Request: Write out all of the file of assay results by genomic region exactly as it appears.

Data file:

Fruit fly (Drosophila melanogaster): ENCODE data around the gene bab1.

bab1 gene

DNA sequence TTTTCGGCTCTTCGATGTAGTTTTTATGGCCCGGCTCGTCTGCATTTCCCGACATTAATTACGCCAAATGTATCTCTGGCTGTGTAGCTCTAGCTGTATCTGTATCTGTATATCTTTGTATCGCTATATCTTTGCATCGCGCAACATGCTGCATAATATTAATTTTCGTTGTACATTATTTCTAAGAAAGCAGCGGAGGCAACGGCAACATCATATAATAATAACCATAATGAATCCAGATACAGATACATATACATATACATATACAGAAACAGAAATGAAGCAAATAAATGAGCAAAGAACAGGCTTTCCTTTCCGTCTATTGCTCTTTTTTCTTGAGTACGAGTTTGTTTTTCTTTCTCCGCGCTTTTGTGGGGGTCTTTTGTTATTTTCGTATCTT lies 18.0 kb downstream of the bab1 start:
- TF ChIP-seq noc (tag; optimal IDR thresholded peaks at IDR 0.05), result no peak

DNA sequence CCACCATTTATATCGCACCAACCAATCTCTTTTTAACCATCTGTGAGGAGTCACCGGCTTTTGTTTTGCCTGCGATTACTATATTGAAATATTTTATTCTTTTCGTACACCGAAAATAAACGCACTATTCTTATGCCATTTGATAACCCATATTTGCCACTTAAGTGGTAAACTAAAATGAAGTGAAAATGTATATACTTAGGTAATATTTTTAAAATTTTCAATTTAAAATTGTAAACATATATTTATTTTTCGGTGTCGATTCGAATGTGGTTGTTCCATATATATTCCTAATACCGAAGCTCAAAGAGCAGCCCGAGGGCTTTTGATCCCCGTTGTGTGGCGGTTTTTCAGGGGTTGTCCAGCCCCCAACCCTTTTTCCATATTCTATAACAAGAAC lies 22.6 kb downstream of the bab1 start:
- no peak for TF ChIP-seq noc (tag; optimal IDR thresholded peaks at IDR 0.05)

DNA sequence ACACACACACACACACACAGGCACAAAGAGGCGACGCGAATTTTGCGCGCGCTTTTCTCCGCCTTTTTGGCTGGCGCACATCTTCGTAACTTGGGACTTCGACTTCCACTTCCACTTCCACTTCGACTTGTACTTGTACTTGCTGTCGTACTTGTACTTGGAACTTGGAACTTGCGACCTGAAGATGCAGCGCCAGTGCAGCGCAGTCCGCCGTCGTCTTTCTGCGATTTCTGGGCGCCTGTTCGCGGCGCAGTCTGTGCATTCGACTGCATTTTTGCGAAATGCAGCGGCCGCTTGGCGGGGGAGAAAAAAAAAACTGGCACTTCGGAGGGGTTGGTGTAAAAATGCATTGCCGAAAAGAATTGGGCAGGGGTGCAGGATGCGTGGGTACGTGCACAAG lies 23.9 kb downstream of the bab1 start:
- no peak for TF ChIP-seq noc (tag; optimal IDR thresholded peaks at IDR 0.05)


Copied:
Fruit fly (Drosophila melanogaster): ENCODE data around the gene bab1.

bab1 gene

DNA sequence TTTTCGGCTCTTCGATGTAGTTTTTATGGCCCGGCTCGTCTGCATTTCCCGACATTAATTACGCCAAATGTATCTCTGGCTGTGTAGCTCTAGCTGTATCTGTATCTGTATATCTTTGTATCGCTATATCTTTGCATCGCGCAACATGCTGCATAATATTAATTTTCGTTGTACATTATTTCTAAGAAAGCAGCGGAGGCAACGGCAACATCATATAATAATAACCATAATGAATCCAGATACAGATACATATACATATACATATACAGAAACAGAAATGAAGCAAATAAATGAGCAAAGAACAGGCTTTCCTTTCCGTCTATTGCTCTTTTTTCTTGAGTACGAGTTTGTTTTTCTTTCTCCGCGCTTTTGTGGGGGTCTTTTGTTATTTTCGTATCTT lies 18.0 kb downstream of the bab1 start:
- TF ChIP-seq noc (tag; optimal IDR thresholded peaks at IDR 0.05), result no peak

DNA sequence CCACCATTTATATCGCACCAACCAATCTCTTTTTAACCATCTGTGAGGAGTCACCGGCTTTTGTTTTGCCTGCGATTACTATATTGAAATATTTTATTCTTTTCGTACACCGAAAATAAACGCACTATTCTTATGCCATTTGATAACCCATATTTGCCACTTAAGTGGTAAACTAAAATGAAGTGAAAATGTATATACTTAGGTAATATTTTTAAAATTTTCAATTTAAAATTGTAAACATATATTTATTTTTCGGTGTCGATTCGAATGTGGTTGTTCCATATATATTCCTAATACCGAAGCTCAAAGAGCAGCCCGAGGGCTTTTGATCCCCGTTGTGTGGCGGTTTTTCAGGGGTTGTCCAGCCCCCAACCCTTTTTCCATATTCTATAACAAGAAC lies 22.6 kb downstream of the bab1 start:
- no peak for TF ChIP-seq noc (tag; optimal IDR thresholded peaks at IDR 0.05)

DNA sequence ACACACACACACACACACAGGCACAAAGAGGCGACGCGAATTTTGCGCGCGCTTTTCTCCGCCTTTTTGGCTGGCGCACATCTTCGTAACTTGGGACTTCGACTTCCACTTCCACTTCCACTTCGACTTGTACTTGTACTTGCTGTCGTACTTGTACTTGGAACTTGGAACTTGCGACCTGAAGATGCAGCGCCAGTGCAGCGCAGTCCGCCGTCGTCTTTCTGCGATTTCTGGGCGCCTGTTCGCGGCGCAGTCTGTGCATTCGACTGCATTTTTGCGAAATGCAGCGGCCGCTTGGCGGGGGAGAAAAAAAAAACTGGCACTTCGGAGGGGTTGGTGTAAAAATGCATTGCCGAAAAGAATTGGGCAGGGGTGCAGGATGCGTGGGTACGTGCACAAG lies 23.9 kb downstream of the bab1 start:
- no peak for TF ChIP-seq noc (tag; optimal IDR thresholded peaks at IDR 0.05)